As every Java application developer knows, in order for your users to use your application, they need a Java Runtime Environment (JRE) on their computer. Traditionally, this was done by providing the user with instructions on how to download and install a JRE (or check if they have he correct JRE), prior to installing your software. In recent years, particularly with the gaining popularity of JavaFX, and because of Mac App Store requirements, the trend has been moving towards bundling a JRE with your application. As a Java developer, I’ve been debating this in my mind, and can see both pros and cons of bundling a JRE.
Pros of bundling a JRE
Bundling a JRE, basically means that your application includes its own JRE, that gets installed, along with your application; typically within the same folder (Windows) or within the app bundle (Mac). The biggest advantage to bundling, is that your users don’t need to worry about installing or managing JREs, and can just use your application. A second advantage is that you can better control which version of the JRE will be used with your application. Additionally, if you want to distribute your Java application on the Mac App Store, it needs to include a bundled JRE.
Cons of bundling a JRE
The biggest con of bundling a JRE, is that users won’t always being most current JRE available, when running your application. Oracle is currently releasing regular updates to Java 8 every 3 months, and so a user that installed your application a year ago, will have an outdated version of Java, and may be missing some important security fixes. The best solution for this is, to release updates your applications, with the latest JRE, every time Oracle makes an update; but this can become a little onerous and time-consuming and there is no guarantee the user will update the application. Another con, is that including a JRE greatly increases the download size of your application; although with current internet speeds this is becoming less of an issue. Finally, bundling a JRE also means the user will have many, possibly redundant, JREs sitting around on their computers. Again, with current hard drive sizes that probably isn’t too much of an issue, but it just doesn’t seem efficient.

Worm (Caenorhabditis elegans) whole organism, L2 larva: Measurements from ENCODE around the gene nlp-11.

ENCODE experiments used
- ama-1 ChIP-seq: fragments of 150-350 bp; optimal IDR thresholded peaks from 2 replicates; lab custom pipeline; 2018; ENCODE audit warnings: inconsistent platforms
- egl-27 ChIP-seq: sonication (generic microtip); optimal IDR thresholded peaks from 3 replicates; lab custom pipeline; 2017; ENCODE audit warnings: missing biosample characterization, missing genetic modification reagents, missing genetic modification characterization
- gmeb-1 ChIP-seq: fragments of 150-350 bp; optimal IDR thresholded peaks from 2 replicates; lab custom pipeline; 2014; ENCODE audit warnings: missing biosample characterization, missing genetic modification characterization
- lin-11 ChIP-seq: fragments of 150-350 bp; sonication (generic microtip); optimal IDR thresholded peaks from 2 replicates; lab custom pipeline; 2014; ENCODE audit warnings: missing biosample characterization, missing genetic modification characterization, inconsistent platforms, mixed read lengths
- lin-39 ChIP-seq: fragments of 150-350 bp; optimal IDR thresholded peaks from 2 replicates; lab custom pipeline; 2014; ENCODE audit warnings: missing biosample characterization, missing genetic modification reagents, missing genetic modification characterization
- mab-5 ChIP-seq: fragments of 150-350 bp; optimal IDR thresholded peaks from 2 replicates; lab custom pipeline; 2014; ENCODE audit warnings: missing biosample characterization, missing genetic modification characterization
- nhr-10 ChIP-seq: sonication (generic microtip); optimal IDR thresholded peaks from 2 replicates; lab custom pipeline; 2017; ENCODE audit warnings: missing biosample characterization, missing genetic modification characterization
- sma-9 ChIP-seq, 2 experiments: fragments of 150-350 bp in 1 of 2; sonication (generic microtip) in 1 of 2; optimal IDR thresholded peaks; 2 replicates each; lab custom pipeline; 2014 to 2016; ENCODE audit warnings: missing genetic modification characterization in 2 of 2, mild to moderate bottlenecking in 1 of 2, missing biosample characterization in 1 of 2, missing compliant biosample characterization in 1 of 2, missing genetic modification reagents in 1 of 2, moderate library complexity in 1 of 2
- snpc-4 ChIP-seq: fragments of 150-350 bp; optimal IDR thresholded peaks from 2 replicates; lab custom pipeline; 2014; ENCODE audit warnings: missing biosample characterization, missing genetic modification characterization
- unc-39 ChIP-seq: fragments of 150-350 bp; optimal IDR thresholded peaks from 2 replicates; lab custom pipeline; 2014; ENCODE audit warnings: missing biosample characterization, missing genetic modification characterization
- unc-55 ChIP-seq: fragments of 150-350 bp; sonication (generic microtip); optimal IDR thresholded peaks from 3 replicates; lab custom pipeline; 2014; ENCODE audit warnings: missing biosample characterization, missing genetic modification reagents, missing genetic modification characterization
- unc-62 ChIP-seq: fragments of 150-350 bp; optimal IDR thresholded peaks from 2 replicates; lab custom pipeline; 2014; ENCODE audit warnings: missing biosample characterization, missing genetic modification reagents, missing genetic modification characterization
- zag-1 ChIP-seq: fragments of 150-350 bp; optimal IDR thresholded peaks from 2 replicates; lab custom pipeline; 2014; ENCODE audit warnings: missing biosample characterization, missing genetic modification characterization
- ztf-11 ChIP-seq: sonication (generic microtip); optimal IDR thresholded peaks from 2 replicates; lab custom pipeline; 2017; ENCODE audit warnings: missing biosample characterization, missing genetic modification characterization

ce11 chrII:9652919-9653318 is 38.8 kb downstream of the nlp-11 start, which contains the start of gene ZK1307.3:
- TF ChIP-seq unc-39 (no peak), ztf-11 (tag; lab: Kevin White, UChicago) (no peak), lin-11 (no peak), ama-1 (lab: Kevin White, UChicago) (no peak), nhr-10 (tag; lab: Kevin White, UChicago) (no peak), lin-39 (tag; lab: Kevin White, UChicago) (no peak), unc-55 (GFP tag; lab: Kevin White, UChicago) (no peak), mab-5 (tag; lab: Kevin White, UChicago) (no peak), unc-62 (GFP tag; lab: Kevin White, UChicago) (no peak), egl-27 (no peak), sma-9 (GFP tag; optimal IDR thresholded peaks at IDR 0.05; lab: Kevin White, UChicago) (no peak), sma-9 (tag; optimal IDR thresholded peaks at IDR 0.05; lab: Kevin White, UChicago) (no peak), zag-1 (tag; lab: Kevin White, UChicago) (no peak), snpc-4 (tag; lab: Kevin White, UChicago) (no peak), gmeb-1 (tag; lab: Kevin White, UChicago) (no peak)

I am still sitting on the fence with this, and currently release two version of my apps; one with a bundled JRE and one without. This can also be a pain, and so am considering moving to just bundling in the future. If anyone has any comments, or best practices that they use, I’d love to hear them.
I am Victor Ewert, an Independent Software Developer and owner of Ewert Technologies. In the past I have worked as a Software Tester including working on Software Test automation.
My current technology interests include Java, JavaFX, Kotlin, Swift, Privacy and Security, and Mobile App development.